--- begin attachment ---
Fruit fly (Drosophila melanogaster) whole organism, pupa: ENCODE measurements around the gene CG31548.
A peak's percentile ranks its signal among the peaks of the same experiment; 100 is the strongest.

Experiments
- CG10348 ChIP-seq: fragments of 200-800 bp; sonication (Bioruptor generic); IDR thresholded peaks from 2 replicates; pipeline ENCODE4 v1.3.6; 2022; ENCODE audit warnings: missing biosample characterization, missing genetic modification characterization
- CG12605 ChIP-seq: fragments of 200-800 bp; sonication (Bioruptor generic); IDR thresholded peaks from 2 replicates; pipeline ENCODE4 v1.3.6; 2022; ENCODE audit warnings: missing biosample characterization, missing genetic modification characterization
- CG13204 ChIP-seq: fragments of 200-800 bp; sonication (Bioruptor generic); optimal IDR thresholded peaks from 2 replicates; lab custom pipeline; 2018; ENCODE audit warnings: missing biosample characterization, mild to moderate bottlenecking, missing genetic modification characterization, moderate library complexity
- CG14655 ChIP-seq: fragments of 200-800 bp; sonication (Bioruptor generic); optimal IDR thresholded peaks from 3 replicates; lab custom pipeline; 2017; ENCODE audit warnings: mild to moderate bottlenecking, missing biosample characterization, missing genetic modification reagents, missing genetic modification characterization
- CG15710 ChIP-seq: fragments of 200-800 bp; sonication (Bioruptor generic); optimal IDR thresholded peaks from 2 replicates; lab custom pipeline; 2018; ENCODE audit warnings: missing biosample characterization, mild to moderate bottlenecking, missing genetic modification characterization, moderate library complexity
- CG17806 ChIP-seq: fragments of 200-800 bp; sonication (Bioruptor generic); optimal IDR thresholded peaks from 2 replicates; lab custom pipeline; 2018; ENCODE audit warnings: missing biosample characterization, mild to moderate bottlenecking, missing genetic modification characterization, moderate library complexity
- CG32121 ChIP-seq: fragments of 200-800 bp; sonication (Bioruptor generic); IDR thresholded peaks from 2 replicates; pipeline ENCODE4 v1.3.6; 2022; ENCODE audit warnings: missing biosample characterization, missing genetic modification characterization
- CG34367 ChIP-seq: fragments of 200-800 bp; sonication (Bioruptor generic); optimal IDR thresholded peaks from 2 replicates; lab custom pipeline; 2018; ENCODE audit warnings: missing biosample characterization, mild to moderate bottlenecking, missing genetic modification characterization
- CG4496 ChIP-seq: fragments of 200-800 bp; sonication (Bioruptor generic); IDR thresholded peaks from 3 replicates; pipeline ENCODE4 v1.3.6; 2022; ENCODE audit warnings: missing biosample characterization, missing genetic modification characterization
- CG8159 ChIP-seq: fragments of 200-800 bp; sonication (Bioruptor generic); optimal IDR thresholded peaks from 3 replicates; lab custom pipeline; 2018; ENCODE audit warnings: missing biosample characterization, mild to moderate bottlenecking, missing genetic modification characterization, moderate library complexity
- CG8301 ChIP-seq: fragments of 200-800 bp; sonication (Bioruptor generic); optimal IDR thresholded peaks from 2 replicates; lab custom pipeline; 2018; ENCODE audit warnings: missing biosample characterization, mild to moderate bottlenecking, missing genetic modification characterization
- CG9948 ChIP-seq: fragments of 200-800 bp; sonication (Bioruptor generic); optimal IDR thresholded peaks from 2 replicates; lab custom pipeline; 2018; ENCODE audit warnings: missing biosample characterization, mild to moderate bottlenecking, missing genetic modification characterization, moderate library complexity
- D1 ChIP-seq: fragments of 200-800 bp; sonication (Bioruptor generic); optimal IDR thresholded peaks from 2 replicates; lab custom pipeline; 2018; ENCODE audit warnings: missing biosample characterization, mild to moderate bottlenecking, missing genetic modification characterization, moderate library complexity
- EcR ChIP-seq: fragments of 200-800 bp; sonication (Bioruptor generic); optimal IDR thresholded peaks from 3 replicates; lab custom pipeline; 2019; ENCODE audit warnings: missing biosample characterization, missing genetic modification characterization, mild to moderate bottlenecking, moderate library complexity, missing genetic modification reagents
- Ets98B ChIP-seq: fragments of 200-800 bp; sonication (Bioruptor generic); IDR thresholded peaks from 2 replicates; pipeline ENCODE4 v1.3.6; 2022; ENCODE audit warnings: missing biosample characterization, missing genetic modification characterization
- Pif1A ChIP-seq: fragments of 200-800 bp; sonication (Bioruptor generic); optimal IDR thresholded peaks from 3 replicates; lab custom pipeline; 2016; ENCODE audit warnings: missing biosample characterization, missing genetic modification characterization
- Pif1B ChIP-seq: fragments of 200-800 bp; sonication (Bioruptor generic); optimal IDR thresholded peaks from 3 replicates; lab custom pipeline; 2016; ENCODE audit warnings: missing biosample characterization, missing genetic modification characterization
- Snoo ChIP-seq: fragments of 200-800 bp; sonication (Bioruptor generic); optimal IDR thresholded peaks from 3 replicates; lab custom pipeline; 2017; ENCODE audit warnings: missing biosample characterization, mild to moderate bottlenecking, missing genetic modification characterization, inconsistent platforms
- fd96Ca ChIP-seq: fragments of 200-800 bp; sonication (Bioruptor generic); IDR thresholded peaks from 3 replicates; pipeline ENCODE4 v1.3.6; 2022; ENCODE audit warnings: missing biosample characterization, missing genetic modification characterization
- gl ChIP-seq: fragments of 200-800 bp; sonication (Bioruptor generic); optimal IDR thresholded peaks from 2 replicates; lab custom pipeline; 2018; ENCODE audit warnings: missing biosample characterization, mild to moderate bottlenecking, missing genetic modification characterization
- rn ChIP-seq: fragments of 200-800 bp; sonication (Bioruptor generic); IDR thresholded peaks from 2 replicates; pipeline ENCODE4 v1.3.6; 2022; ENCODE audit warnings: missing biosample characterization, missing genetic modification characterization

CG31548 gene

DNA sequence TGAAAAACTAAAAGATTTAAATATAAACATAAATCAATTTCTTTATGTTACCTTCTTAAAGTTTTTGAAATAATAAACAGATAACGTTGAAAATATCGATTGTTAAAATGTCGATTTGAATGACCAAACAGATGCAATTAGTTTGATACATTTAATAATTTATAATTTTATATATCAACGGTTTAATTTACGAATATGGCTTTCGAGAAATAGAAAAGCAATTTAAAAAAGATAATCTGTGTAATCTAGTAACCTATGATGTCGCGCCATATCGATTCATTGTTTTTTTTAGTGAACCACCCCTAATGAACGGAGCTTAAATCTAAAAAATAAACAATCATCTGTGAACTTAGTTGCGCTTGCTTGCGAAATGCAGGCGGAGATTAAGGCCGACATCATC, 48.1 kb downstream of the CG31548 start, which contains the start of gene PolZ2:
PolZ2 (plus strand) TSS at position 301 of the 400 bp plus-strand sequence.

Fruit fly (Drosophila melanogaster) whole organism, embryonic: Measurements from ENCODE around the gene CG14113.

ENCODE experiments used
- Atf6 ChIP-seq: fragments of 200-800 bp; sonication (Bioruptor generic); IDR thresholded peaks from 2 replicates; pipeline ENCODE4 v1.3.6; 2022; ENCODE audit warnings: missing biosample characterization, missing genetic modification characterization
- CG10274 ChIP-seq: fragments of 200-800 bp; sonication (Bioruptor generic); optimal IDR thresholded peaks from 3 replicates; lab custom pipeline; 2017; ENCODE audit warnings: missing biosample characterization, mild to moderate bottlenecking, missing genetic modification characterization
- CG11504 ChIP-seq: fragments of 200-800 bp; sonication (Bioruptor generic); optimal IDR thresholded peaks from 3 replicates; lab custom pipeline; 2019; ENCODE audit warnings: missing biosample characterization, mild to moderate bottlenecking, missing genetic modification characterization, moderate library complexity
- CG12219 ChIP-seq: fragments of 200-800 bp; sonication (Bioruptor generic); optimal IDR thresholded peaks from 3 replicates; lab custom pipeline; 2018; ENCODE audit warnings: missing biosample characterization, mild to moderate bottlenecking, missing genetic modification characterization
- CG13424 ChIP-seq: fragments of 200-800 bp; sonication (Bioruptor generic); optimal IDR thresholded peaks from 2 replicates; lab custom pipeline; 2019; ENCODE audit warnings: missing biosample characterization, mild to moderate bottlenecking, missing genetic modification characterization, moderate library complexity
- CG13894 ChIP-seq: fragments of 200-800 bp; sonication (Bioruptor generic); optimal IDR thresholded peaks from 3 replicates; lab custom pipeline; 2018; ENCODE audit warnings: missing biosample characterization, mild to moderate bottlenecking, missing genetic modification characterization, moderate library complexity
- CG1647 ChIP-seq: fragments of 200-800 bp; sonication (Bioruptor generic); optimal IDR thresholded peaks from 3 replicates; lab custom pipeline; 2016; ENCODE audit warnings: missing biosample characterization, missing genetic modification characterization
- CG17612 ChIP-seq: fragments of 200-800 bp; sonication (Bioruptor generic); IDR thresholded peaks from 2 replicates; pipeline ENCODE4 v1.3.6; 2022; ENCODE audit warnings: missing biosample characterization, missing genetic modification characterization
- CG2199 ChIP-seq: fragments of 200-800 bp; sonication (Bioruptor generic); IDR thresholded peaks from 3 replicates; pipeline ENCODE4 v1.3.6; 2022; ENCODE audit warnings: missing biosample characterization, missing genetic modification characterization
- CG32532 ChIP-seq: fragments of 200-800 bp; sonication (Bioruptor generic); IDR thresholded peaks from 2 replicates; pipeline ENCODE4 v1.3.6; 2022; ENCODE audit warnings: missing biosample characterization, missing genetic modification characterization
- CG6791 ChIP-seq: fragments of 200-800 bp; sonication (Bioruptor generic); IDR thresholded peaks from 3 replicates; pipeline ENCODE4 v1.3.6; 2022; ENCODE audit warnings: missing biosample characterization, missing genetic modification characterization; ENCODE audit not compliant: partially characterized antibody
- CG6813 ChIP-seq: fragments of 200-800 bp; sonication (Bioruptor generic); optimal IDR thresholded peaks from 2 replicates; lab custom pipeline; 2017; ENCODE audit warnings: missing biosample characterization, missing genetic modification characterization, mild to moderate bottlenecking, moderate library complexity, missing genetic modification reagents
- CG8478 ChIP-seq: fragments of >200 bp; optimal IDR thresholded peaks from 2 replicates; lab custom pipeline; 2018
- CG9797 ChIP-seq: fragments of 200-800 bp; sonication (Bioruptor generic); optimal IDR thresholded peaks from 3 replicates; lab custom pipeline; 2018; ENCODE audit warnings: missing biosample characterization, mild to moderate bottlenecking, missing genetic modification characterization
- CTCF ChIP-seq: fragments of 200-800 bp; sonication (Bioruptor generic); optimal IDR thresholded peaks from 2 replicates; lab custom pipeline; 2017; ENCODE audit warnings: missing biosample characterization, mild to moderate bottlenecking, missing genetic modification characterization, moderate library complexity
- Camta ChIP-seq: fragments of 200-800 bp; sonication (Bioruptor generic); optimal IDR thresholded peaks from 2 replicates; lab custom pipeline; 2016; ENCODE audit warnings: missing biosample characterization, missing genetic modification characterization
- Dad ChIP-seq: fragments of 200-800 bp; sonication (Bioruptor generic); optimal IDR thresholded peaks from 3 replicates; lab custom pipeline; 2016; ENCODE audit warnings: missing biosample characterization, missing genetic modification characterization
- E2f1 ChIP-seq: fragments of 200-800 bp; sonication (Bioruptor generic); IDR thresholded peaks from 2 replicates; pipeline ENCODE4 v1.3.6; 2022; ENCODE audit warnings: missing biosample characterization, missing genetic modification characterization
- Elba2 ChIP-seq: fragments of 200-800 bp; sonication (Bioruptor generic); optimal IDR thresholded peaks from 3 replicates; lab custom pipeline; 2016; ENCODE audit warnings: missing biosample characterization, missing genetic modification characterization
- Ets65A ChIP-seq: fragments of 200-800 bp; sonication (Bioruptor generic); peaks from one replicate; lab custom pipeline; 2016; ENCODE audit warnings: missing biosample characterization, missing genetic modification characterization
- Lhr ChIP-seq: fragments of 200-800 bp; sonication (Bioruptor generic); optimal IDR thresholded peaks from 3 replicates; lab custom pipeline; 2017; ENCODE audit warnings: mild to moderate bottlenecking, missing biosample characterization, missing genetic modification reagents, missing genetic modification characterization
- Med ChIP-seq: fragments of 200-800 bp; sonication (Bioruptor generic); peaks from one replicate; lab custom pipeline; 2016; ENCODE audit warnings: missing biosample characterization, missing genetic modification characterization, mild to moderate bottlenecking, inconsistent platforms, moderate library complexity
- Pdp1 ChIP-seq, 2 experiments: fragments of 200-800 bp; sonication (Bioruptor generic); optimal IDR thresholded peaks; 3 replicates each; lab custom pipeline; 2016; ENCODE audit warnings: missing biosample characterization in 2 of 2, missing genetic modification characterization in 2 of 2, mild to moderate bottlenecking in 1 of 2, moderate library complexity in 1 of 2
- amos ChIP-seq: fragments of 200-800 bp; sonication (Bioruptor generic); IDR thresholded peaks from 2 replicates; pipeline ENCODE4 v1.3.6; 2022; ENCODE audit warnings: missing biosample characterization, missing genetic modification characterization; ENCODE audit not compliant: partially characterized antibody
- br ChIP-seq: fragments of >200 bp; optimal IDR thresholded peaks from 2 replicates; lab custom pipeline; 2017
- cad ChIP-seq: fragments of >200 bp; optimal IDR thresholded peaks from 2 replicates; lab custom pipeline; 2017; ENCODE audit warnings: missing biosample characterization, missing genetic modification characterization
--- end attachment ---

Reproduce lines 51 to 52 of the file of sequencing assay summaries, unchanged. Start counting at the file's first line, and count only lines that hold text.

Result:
- Med ChIP-seq: fragments of 200-800 bp; sonication (Bioruptor generic); peaks from one replicate; lab custom pipeline; 2016; ENCODE audit warnings: missing biosample characterization, missing genetic modification characterization, mild to moderate bottlenecking, inconsistent platforms, moderate library complexity
- Pdp1 ChIP-seq, 2 experiments: fragments of 200-800 bp; sonication (Bioruptor generic); optimal IDR thresholded peaks; 3 replicates each; lab custom pipeline; 2016; ENCODE audit warnings: missing biosample characterization in 2 of 2, missing genetic modification characterization in 2 of 2, mild to moderate bottlenecking in 1 of 2, moderate library complexity in 1 of 2